Writing is largely about perspective. And when we think about whose stories get to be told -- and rightly conclude there are way too many out there about rich white dudes -- we still don't really think about the limited geographical, political, and class strata we allow these characters to exist in. (That's to say nothing of religion, a subject TV doesn't dare touch with a 10-foot pole.) I once talked to a writer who successfully landed a show about relatively blue-collar characters on the air. And once the network picked it up, the executives didn't quite know what to do with it. They didn't understand that world, because Los Angeles, God love it, is its own little bubble. Sometimes I think the industry should just decamp to Topeka or something for a retreat.
The more that I watch TV in this era of peak TV, the more frustrated I am by how the "great" shows of the era seem to mix and match a few of the same tropes. The problem, honestly, is almost worse in comedy, where there are a ton of shows about disaffected, economically comfortable people in their 20s, where a life of privilege is presented with a wink as such a drag.
One of the reasons I'm so into Better Call Saul this season is that after figuring out some of the storytelling problems that bedeviled it in season one, it's settled into just telling stories in a world we don't always see. Yes, it's a law show. And yes, it's about a white guy, relatively well off (at this point), who is just a few steps off the traditionally heroic path. But look at how much of it has been invigorated by engaging with its New Mexico setting, with its protagonist's very rapid shift from a guy with no money to a guy with plenty, by its willingness to delve into arenas most other shows wouldn't, like retirement homes. It's left behind a show that is playing in familiar territory, but has changed up enough things to make it seem interesting. It's like how, say, Black-ish and Fresh Off the Boat reinvigorate the family sitcom, even though the families at the center are fairly well off, because issues of race inform nearly every story told on both shows. But it's also showing how you can do that with templates that seem completely threadbare at this point in TV's life cycle.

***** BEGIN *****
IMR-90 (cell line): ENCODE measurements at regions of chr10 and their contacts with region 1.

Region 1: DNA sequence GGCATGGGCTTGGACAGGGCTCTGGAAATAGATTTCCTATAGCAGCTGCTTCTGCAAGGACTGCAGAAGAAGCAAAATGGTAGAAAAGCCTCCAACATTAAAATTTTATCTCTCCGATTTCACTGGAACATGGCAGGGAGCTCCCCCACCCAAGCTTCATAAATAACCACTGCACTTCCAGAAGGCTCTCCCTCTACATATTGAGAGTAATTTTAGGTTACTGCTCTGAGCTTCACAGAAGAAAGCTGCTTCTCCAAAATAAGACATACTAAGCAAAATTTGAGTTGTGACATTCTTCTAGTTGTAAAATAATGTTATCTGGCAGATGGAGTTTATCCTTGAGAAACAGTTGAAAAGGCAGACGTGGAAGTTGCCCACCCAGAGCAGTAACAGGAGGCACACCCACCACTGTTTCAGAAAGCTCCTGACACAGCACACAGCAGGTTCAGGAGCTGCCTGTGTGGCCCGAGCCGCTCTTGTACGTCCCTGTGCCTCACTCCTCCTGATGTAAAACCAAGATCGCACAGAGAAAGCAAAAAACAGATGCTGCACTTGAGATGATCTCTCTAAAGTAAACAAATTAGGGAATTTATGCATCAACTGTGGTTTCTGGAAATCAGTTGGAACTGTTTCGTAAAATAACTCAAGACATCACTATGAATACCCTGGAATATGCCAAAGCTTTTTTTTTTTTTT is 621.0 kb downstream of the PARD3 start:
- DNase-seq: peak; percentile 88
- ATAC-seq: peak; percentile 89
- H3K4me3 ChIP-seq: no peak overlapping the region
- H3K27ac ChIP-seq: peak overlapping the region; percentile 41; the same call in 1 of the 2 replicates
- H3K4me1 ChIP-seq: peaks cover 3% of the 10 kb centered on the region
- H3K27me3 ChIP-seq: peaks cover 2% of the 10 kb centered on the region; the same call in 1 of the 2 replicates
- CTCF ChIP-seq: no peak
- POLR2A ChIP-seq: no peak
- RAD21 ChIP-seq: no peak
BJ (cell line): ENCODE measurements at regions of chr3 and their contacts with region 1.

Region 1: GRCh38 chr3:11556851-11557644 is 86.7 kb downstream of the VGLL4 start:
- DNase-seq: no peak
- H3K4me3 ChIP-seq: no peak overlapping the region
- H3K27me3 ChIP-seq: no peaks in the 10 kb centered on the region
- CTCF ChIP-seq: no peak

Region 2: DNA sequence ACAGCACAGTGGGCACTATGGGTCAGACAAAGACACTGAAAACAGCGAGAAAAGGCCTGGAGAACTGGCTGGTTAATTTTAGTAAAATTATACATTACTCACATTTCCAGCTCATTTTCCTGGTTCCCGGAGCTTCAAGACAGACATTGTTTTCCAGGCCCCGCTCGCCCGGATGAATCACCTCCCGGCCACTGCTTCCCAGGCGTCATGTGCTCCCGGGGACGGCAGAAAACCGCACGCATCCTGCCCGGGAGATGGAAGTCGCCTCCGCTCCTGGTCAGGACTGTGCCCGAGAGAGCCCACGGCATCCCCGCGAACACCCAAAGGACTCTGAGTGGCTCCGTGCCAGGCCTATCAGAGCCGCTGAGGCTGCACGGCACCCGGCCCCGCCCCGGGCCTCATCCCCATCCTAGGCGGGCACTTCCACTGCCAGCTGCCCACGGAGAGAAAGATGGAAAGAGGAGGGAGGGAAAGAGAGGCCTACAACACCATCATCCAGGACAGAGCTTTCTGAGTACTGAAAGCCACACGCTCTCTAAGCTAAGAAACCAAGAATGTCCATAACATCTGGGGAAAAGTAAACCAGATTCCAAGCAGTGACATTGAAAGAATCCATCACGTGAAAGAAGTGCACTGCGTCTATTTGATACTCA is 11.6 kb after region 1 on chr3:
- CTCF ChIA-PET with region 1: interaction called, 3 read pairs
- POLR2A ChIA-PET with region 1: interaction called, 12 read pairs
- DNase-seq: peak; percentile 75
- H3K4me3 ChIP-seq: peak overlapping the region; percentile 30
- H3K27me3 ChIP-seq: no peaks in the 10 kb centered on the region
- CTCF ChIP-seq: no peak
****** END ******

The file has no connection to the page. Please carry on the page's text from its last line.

Most TV is generic. We've known that as long as the medium has existed. The difference, now, is that a lot of quality TV increasingly feels generic, too. It's still good, and still worth watching, but it feels like something you've seen before, increasingly empty calories. Look at the world around you. Just look at the people you meet every day, that maybe you don't instantly think of. Every one of those people is a story waiting to happen. And how few of them are being told? Maybe it's time to start.
Episodes is published at least three times per week, and more if I feel like it. It is mostly about television, except when it's not. Suggest topics for future installments via email or on Twitter. Read more of my work at Vox Dot Com.